(Most of the deluxe multi-disc Oz releases have some silents as extras but these vary from version to version. Always check in advance to make sure the film you want is included.)

You can read more details and purchase a Bluray here.

And do read my Oz reviews! (More site traffic makes me very, very happy!)

The Wonderful Wizard of Oz (1910)

The Magic Cloak of Oz (1914)

The Wizard of Oz (1925)

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What’s your favorite silent film included as an extra? Let me know!

19 Replies to “Secret Silents: Seven amazing silent films released as home video extras”

  1. I found a box set at a yardsale once called “Fright Fest”. It had movies like House on Haunted Hill etc. in it, and I was very surprised to later discover it also had two silent horror films in the collection! Nosferatu and The Cabinet of Dr. Caligari! Although not super high quality (no tinting, a little fuzzy) it was a nice surprise to find them as extras.

  2. The earliest Ernst Lubitsch film available on home video that I know of is PINKUS’S SHOE PALACE (1916), a German short featuring Lubitsch as actor and director, available on the Criterion disc of TO BE OR NOT TO BE (1942).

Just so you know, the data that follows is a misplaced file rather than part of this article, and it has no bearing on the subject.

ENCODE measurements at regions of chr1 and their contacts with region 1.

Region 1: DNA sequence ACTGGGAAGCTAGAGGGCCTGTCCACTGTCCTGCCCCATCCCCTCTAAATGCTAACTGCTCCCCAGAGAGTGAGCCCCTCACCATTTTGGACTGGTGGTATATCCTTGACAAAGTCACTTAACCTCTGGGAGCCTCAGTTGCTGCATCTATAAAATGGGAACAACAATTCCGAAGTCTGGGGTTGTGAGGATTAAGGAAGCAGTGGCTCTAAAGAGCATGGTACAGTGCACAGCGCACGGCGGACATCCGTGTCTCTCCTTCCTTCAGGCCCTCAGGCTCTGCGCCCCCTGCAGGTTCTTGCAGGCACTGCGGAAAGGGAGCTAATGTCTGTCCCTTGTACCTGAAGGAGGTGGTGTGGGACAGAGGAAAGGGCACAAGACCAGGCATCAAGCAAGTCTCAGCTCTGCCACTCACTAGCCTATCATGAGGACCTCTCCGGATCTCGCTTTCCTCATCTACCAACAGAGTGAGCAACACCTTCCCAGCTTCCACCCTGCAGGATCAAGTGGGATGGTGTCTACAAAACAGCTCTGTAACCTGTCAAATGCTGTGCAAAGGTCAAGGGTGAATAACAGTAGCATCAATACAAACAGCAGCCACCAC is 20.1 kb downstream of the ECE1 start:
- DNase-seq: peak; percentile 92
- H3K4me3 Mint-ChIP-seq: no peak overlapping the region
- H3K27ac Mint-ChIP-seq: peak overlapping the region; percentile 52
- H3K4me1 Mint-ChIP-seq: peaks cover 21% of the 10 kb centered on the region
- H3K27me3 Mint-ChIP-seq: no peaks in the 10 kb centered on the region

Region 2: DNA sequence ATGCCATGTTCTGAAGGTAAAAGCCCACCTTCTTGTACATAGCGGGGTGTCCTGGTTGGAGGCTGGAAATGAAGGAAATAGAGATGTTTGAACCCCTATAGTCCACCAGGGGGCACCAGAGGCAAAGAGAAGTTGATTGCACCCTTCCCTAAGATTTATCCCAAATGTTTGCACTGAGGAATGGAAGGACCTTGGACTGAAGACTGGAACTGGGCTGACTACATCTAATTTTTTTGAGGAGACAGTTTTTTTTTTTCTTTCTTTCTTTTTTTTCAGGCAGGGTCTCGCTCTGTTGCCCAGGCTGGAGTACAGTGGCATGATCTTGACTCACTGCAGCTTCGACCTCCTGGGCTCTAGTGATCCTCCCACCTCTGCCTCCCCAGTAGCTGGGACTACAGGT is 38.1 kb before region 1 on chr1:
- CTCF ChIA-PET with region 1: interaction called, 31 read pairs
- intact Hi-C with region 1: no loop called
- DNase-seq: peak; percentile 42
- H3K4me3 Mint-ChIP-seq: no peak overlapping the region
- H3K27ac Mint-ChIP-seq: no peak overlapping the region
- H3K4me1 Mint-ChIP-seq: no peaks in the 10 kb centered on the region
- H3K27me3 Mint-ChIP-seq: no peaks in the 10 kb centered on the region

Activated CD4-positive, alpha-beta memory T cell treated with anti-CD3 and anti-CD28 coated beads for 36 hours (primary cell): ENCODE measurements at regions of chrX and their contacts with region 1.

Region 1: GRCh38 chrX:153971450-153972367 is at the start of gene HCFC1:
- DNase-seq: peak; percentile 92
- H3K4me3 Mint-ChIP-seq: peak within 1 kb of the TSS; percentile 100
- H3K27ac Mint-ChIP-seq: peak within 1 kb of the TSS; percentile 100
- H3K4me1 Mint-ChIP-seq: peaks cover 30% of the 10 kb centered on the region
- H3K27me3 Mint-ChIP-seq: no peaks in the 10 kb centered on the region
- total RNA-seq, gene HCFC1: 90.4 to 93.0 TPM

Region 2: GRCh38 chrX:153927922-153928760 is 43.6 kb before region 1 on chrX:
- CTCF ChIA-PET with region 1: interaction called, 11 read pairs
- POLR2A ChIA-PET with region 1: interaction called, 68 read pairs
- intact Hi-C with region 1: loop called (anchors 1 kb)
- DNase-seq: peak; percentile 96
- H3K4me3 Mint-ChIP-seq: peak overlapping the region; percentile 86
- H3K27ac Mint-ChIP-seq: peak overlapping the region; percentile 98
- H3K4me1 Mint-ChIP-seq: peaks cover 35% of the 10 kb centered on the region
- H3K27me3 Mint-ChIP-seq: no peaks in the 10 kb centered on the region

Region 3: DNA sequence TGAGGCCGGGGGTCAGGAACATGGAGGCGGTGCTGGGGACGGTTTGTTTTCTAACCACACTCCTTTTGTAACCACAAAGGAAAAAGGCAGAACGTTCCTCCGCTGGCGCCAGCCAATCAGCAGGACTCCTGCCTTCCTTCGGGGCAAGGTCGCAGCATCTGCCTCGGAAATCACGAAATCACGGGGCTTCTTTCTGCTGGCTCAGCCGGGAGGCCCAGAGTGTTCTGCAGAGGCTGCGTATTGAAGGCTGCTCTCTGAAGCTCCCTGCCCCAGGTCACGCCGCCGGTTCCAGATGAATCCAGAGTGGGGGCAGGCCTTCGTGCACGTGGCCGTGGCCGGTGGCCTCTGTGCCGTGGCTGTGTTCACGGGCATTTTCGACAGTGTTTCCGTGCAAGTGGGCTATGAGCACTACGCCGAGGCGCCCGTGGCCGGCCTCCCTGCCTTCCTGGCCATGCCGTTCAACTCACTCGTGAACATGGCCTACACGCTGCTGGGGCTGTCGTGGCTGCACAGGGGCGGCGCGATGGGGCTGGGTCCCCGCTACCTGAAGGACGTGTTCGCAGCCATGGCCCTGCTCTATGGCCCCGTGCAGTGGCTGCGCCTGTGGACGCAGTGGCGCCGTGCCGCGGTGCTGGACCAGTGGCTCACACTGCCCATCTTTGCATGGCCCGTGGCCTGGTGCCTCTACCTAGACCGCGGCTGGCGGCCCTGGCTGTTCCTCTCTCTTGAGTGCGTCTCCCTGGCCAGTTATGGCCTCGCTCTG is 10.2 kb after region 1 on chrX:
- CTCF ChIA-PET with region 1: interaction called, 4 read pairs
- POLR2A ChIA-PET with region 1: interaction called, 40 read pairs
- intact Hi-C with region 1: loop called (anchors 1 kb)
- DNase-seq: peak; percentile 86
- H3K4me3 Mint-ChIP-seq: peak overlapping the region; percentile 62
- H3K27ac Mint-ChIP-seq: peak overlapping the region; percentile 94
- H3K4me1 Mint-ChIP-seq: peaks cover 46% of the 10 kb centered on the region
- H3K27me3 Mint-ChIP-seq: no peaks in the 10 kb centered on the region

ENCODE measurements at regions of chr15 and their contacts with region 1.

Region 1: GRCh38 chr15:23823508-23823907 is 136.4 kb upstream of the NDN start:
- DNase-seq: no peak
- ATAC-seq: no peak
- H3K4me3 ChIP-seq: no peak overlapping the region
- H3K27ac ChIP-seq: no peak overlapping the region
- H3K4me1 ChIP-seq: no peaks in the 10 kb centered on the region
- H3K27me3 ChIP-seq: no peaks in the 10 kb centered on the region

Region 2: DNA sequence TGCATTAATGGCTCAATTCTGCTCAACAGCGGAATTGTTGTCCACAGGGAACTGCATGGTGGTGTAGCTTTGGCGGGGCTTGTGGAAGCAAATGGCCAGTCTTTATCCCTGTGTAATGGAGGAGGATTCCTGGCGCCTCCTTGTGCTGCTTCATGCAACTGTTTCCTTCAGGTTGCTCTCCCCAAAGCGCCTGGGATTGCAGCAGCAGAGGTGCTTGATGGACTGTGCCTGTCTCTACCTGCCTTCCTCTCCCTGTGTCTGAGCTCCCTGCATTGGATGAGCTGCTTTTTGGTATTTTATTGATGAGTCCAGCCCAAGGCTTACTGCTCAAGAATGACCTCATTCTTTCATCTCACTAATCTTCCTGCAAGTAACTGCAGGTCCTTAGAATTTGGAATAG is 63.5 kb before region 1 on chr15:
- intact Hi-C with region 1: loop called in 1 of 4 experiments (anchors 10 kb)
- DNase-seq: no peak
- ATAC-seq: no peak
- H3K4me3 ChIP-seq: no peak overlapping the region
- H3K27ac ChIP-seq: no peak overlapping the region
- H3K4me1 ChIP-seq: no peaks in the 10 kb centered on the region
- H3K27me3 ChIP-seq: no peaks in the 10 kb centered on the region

3. At least two video editions of Cecil B. DeMille’s 1956 THE TEN COMMANDMENTS also contain his 1923 silent original — in both DVD and Blu-ray!

  4. Also, the recent reissue of STELLA DALLAS (1937) with Barbara Stanwyck on Warner Home Video includes the 1925 silent original with Belle Bennett, directed by Henry King.

  5. And two more: Will Rogers’ silent two-reeler THE ROPIN’ FOOL (1921),
    an amazing demonstration of his intricate rope tricks (some filmed in slow motion), is an extra on the Fox disc of Rogers’ 1933 talkie MR. SKITCH.

    Another Fox disc, O. HENRY’S FULL HOUSE (1952) features two silent shorts, GIRLS and A MAN ABOUT TOWN (both from 1927), that were also based on O. Henry’s stories. Looks like these might have been part of a series — they are called “jazz versions” in the opening titles, and were “supervised” by George Marshall.

  6. I’m not sure it counts, since it’s more of a “split” DVD than a secret, but I was very pleased that “The Gusher” (1913) was included with “The Extra Girl” (1923). Of course, they’re both silents!

    1. Thanks! This list was for silents hidden behind talkies but I may do another one with silents hidden with other silents. So many great films if you know where to look πŸ™‚

  7. There Will Be Blood has a silent documentary about the oil industry produced by Sinclair Petroleum. It has some animation demonstrating some of steps in the process of drilling, pumping, etc of the oil.

  8. If I might add a small note on the Ten Commandments one, the parting of the red sea scene was shot in color, and a poor quality color copy of the scene is included as an extra, but the actual movie contains a clean copy in black and white.

  9. The 2 disc DVD set of “O” contains a silent movie version of Othello (I believe the 1922 German version but am really not sure)